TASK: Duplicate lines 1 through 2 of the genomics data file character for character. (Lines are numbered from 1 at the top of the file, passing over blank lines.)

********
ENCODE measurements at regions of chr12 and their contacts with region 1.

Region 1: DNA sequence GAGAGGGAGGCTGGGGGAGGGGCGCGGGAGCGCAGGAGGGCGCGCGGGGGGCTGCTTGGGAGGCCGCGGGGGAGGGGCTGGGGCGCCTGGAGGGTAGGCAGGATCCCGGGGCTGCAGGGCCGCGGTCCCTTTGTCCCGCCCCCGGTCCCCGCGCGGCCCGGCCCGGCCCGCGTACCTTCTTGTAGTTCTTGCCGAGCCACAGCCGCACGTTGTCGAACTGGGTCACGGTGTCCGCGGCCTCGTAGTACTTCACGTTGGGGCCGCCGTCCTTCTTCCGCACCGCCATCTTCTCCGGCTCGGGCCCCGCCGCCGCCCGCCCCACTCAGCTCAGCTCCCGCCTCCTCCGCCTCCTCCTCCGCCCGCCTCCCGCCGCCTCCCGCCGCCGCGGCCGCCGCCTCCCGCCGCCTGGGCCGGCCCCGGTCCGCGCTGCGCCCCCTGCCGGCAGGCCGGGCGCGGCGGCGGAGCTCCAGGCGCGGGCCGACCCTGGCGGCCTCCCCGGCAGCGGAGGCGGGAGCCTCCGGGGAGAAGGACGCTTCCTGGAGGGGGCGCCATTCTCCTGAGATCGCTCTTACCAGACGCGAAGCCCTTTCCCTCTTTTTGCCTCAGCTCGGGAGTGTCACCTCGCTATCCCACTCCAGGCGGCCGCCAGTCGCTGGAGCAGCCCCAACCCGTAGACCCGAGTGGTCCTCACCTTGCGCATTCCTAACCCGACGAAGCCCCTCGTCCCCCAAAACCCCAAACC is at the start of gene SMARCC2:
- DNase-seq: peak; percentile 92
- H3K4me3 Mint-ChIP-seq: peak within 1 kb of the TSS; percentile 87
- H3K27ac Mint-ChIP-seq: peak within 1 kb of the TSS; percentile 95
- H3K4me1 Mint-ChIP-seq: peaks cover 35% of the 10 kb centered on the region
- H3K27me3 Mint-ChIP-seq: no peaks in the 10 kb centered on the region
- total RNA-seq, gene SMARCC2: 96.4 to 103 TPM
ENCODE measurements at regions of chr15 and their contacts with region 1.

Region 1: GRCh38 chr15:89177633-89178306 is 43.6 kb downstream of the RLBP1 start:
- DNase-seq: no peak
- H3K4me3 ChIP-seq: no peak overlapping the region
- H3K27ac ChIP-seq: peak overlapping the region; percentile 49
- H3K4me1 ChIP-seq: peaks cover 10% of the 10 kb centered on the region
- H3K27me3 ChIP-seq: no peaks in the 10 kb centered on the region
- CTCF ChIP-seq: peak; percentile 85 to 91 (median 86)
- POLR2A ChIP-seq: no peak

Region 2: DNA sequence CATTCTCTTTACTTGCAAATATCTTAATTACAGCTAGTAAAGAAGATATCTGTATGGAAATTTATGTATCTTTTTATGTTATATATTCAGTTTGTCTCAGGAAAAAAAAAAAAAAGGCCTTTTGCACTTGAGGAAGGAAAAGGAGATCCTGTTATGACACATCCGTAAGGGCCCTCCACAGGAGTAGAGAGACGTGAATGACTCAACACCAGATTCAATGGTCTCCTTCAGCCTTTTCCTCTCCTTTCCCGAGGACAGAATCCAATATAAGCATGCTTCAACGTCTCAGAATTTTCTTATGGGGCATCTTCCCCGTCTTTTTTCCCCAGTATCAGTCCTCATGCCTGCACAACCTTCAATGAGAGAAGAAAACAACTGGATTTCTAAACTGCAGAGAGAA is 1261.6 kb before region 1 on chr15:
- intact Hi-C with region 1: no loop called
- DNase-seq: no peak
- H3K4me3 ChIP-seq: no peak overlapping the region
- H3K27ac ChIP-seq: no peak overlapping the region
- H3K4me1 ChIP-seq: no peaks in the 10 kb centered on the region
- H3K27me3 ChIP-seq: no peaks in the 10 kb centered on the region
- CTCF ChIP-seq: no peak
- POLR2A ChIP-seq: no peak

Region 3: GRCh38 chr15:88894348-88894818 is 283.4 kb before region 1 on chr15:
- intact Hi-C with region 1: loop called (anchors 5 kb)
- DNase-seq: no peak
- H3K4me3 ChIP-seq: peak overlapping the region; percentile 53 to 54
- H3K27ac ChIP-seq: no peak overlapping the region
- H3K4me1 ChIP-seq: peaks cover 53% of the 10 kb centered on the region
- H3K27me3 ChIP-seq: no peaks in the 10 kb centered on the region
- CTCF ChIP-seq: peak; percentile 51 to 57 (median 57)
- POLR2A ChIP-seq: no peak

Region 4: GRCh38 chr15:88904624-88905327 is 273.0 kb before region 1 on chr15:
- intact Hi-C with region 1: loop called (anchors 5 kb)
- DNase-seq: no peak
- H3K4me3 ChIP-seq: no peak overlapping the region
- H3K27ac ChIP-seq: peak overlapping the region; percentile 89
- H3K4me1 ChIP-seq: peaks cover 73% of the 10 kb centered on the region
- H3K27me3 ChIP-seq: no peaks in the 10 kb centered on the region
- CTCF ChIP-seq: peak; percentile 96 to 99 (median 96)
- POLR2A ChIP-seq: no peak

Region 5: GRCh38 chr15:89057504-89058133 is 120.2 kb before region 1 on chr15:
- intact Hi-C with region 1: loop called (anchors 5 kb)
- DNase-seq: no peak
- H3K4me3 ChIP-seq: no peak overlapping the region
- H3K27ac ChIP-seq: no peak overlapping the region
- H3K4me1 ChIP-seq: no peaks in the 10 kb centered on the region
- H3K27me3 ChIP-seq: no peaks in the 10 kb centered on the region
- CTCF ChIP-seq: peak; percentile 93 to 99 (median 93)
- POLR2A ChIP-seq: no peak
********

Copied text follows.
ENCODE measurements at regions of chr12 and their contacts with region 1.

Region 1: DNA sequence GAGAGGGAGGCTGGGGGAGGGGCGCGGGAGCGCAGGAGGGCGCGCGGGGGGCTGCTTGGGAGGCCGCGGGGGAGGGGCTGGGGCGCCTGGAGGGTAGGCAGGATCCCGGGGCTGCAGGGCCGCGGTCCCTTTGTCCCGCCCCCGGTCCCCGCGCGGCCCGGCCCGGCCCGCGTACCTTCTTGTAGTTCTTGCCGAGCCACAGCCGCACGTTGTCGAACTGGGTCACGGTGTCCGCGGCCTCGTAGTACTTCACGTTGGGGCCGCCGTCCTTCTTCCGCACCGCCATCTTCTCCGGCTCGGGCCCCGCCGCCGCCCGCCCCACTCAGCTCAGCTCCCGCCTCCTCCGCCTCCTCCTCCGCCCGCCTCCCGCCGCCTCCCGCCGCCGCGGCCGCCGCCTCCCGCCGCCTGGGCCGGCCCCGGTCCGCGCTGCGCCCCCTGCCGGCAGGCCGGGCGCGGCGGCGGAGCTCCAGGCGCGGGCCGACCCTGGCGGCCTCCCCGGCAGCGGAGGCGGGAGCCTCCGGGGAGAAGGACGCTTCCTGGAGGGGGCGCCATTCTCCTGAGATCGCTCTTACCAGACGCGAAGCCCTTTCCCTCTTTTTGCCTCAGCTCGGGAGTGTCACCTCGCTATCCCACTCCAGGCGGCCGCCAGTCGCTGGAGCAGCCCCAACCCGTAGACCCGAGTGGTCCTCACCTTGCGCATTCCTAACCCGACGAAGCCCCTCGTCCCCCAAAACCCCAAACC is at the start of gene SMARCC2: